Aortitis

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Aortitis
Classification and external resources
ICD-10 I77.6
ICD-9 447.6
eMedicine med/158
MeSH D001025

Aortitis is the inflammation of the aortic wall. The disorder is potentially life-threatening and rare. It is reported that there are only 1-3 new cases of aortitis per year per million people in the United States and Europe.[1] Aortitis is found in a wide range of ages spanning from 10 to 40 years of age.[1]

Causes[edit]

This inflammation has a number of possible causes, including trauma, viral infection, certain immune disorders, and bacterial infection (notably, syphilis).[1]

Causes are associated with infections or immune and connective tissue disorders. Aortitis is most commonly seen in patients with syphilis, autoimmune vasculitis, giant cell arteritis, Takayasu’s arteritis, and rheumatoid arthritis. [2] There is a wide range of symptoms that are dependent on the location of the aortic inflammation or associated disorder. A few symptoms recognized in patients are fever, chills, myalgias (muscle pain), and malaise (general discomfort).[2] In addition, hypertension (high blood pressure) may occur. Hypertension happens when the renal artery narrows and elasticity of the aorta and branches decrease. [3]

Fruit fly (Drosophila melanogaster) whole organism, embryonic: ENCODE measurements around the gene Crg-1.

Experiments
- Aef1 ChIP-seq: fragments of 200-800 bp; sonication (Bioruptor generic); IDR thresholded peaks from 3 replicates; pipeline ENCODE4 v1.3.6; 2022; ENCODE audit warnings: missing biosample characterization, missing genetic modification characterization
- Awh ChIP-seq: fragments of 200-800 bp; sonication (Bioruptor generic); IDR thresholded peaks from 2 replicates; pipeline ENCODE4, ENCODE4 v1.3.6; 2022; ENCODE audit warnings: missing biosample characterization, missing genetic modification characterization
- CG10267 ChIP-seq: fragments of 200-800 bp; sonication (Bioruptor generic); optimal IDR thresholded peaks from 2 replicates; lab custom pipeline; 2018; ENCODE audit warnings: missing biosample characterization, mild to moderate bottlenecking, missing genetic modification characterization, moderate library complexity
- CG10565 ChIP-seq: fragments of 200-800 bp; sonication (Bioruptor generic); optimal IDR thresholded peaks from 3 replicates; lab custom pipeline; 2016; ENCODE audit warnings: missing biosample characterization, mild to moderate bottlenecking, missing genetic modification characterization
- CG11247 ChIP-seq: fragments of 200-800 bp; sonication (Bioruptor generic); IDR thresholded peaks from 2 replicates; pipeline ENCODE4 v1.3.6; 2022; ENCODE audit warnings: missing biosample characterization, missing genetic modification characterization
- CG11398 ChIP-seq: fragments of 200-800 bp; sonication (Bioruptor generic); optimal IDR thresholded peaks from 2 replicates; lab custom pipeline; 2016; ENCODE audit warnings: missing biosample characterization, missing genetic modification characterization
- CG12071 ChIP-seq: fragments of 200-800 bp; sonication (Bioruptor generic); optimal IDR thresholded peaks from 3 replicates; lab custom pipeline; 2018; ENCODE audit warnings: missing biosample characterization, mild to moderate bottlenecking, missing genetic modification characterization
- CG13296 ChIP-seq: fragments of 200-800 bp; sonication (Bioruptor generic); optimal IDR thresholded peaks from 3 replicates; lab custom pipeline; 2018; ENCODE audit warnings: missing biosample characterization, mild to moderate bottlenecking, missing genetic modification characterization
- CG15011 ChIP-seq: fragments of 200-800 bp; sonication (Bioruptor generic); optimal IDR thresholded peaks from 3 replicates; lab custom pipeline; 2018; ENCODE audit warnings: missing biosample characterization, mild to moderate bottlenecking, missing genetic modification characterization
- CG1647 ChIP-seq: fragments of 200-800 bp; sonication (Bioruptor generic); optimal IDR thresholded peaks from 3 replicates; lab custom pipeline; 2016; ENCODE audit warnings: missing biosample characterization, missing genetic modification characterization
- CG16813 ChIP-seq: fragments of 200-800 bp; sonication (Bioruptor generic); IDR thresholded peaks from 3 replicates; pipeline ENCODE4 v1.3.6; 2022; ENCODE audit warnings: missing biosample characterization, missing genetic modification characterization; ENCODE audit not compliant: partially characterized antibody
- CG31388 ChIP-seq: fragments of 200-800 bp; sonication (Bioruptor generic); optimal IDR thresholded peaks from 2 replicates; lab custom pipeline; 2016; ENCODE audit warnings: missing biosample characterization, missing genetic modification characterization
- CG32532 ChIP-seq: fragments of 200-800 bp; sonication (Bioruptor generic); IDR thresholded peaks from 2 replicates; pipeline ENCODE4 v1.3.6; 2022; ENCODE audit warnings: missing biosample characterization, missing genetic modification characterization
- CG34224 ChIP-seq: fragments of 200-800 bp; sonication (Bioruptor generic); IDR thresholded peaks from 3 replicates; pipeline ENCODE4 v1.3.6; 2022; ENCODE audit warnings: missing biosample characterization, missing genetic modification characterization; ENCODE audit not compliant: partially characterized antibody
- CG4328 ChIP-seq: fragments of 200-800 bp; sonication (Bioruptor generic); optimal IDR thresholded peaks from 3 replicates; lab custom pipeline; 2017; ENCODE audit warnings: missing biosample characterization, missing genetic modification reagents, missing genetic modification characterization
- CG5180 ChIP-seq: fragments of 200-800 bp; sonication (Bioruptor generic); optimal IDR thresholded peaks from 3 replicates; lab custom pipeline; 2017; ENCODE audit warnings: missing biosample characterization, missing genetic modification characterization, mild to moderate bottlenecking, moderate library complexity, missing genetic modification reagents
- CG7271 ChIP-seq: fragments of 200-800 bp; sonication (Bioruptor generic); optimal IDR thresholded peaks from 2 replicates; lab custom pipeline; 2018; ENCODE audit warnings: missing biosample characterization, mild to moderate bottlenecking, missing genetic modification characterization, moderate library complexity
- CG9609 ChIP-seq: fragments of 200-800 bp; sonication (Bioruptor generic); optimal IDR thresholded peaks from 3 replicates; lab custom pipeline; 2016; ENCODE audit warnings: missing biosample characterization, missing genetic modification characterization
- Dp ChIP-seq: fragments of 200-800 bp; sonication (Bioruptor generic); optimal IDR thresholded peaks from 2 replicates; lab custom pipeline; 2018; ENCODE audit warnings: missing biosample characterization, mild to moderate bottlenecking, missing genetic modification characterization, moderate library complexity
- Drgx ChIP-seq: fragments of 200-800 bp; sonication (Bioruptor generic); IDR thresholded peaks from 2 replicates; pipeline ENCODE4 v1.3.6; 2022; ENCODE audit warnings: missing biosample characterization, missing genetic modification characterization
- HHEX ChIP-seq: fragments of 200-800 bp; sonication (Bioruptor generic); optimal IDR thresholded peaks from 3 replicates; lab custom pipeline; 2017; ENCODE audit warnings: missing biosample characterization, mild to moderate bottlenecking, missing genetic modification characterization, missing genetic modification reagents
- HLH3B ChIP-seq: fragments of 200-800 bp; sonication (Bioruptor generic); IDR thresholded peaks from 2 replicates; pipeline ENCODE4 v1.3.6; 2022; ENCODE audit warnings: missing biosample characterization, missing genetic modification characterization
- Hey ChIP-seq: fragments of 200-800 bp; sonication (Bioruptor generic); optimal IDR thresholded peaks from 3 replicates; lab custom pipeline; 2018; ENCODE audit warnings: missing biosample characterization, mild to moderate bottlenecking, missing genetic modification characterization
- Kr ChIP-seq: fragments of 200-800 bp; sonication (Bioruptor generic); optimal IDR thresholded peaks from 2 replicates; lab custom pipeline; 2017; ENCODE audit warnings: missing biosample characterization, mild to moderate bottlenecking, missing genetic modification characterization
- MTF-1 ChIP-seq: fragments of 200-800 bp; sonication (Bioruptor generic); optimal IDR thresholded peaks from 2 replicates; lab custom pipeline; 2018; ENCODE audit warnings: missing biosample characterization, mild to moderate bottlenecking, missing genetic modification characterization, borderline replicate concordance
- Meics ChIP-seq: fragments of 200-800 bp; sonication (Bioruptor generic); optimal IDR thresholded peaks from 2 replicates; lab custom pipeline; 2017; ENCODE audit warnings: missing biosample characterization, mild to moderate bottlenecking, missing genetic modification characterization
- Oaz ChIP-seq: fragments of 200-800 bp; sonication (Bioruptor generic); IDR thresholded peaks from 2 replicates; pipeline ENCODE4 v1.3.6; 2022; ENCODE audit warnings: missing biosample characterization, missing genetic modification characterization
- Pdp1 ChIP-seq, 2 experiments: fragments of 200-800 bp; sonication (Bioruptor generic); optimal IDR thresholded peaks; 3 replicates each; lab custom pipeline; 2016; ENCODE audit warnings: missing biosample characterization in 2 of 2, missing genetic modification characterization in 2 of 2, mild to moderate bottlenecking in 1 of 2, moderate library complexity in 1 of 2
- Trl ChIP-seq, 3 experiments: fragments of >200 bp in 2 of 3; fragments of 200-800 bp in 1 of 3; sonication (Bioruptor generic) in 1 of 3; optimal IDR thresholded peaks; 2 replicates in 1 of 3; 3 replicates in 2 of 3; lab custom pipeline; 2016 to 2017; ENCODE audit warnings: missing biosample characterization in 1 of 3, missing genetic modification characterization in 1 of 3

Treatment[edit]

Management appears to include the following treatment priorities; stop the inflammation, treat complications, prevent and monitor for re-occurrence.

Prognosis[edit]

If untreated, has three distinct phases.[1] The first is a prepulseless inflammatory stage with nonspecific symptoms such as fatigue, arthralgias, and low-grade fevers. Phase two includes vascular inflammation with pain secondary to the condition, along with tenderness to palpation over the site. The last phase includes symptoms of ischemia and pain associated with the use of limbs. Limbs are also cool and clammy in this stage.

References[edit]

  1. ^ a b c d "eMedicine - Aortitis : Article by Masato Okada, MD, FACP, FACR, FAAAAI". Archived from the original on 14 July 2007. Retrieved 2007-07-28. 
  2. ^ a b [Taber's Cyclopedic Medical Dictionary. 19th ed. Philadelphia: F.A. Davis, 2001.]
  3. ^ Link text, American Heart Association.